Chicago City Council Preview: Airbnb Surcharge, Police Settlements, And Ida B. Wells Drive
Airbnb rentals in Chicago could become more expensive after Wednesday’s full City Council meeting. That’s because Mayor Rahm Emanuel wants to slap a new surcharge on home-sharing platforms to help pay for an expansion of domestic violence services.
Here’s a look at what else is expected to go down at City Hall on Wednesday.
Taxpayers could pay millions more for two police wrongdoing incidents
The City Council is expected to vote on a $3 million settlement to the families of two elderly people who were killed in a car crash that happened during a police chase. Willie Owens, 66, and Margaret Silas, 88, were hit in 2015 by a car fleeing police in the Grand Crossing neighborhood. The families of the victims claim police should have called off the car chase because it took place in a populated area that put lives at risk.
The other settlement connected to alleged police misconduct comes from the family of a man who was fatally shot by off-duty Chicago Police Sgt. John Poulos. The family of Rickey Rozelle is in line to get $950,000 from taxpayers if aldermen approve.
The council is expected to vote on other settlements that have nothing to do with police, such as a $4 million payout to the family of a motorcyclist who died when he hit a pothole, fell off his bike, and was fatally hit by a passing car.
In total, aldermen are being asked to approve $8.5 million in payouts, which will add to the $55 million approved so far this year.
Powerful aldermen takes on shelter holding migrant children separated at border
Ald. Ed Burke (14th Ward) is not happy with one of the city’s largest social service providers — Heartland Alliance — about reports that a Chicago shelter is allegedly abusing migrant children who were taken away from their parents at the southern U.S. border. In response to those reports, first published by The Washington Post, Burke wants to expand the city’s authority to regulate these child welfare agencies.
But some South Side aldermen are uneasy. Child care providers are a big source of jobs in their neighborhoods.
Here’s a look at how much money Heartland received from the city of Chicago during the last five years.
|HEARTLAND HEALTH OUTREACH, INC.||$755,324.18|
|HEARTLAND HOUSING, INC.||$332,656.83|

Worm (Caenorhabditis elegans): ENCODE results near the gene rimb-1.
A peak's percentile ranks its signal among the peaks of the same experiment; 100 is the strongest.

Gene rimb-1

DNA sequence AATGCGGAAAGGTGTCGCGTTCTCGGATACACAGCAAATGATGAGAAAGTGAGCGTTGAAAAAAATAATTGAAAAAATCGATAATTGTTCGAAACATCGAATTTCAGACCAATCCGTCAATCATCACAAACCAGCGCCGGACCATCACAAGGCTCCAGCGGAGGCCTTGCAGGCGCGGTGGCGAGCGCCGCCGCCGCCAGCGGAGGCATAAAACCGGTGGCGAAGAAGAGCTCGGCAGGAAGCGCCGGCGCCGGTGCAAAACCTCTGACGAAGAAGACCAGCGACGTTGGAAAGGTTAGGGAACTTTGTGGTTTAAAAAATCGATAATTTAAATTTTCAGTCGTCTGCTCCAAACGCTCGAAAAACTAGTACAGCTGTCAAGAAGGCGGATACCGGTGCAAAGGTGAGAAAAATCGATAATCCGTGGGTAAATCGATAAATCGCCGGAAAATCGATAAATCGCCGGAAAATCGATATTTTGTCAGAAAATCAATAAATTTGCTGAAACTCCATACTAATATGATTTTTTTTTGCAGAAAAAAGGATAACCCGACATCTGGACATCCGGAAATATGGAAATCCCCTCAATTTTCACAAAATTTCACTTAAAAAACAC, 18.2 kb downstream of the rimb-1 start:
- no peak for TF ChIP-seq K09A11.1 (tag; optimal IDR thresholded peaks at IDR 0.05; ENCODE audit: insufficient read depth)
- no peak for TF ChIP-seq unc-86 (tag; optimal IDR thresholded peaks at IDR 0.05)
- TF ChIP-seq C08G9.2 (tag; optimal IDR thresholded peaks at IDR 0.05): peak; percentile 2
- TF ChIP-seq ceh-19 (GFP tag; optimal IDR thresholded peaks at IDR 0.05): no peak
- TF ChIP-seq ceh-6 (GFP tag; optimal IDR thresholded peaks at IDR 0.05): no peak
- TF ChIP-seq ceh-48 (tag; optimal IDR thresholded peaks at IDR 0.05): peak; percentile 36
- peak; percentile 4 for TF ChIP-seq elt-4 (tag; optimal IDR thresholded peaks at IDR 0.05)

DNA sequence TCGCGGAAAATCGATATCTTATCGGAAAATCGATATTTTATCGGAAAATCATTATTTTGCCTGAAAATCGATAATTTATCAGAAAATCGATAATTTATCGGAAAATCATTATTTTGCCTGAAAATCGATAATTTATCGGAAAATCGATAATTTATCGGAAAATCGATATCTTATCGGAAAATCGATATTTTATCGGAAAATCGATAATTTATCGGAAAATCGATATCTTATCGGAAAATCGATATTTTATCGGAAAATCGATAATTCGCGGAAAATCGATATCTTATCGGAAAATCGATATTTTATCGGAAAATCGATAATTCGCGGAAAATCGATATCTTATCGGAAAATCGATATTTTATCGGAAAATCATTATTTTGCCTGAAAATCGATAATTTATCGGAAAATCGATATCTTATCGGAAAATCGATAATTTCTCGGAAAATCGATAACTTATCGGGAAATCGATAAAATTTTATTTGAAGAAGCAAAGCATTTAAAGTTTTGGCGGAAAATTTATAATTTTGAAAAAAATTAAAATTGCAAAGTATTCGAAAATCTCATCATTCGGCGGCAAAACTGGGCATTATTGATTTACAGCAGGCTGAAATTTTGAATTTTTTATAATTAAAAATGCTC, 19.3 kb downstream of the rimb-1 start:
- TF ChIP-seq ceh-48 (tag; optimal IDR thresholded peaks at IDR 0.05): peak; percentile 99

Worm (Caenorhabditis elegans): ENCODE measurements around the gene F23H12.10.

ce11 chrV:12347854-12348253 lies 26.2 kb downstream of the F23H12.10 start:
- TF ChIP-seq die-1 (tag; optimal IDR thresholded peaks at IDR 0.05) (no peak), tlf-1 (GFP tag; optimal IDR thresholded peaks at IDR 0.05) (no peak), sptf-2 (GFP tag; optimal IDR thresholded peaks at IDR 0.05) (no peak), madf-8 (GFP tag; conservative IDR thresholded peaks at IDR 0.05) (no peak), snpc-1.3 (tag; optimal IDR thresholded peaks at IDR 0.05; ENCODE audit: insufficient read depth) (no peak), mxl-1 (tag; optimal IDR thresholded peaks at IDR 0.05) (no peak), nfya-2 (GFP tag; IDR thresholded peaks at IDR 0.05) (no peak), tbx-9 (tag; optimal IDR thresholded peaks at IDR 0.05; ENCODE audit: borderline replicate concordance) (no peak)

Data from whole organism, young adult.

|HEARTLAND HUMAN CARE SERVICES, INC.||$5,312,822.91|
Both state and federal authorities have opened investigations into the Heartland Alliance’s Casa Guadalupe shelter, where the abuse allegedly occurred, as reported by The Washington Post. Officials at the nonprofit said they are working with investigators and have launched their own internal probe.
The head of the city’s business licensing division said they don’t regulate these types of agencies. The buildings commissioner reported that everything checked out at a recent inspection.
Latinos look to recruit, longtime progressive Latino calls it quits
The council’s Latino Caucus is expected to announce the creation of a new Leadership Academy, just days after the longest tenured Hispanic alderman on the City Council announced he would not seek re-election.
After representing the Southwest Side’s 22nd Ward since 1993, Ald. Ricardo Muñoz earlier this week announced he will step down at the end of his term. Muñoz is no ally of the mayor and his decision to finish out his term prevents Emanuel from appointing a replacement. Plus, Muñoz already has someone in mind for his seat: Democratic Ward Committeeman Michael Rodriguez. (Wait, What’s a committeeman? Here’s a good explainer.)
But there’s a bigger question: Is Muñoz mulling a run against Emanuel? The alderman says he’s not, though he wouldn’t rule out a run in 2023.
No Latino candidates have announced they’ll run in next year’s mayoral election, a glaring absence considering Latinos account for a third of the city’s population. Latinos are also the fastest growing demographic in Chicago, and many Latino-heavy wards went strong for Cook County Commissioner Jesus ‘Chuy’ Garcia in the 2015 election.
Muñoz has been bullish in telling the city press corps to watch for a Latino candidate for mayor this February.
“I can guarantee it,” he told WBEZ. Yet, he won’t name names.
When asked if the new Leadership Academy is designed to recruit a Latino mayoral candidate, caucus chair Gilbert Villegas (36th Ward) said no. The idea is to create “a bench of Latino talent” for the future, he said.
Maybe a new police data cruncher can lower the city’s legal bill?
At least, that’s what City Inspector Joe Ferguson aims to do with a new hire whose title is a mouthful: the deputy inspector general for public safety.
Aldermen created the position within the IG’s office when it disbanded the original city agency that investigated allegations of police misconduct. Joseph Lipari will have backdoor access into a treasure chest of data collected by the Chicago Police Department, much of which has never been analyzed or even aggregated in a centrally located database. With a staff of 17, Lipari will oversee the police department’s gang database, record management system, and mental health training program, among others.
Ida B. Wells finally honored with downtown street name
Ald. Sophia King (4th Ward) and Ald. Brendan Reilly (42nd Ward) have been on a quest to name a downtown road in honor of African-American journalist Ida B. Wells.
Initially, the two hoped to rename Balbo Drive, which is named after Italian fascist Italo Balbo. But that proposal didn’t have the mayor’s support and never got a hearing. So they went back to the drawing board and came up with a new idea: renaming Congress Parkway.
The measure would change all mailing addresses from South Columbus Drive to the point where Congress merges with Interstate 290, just east of South Franklin Street.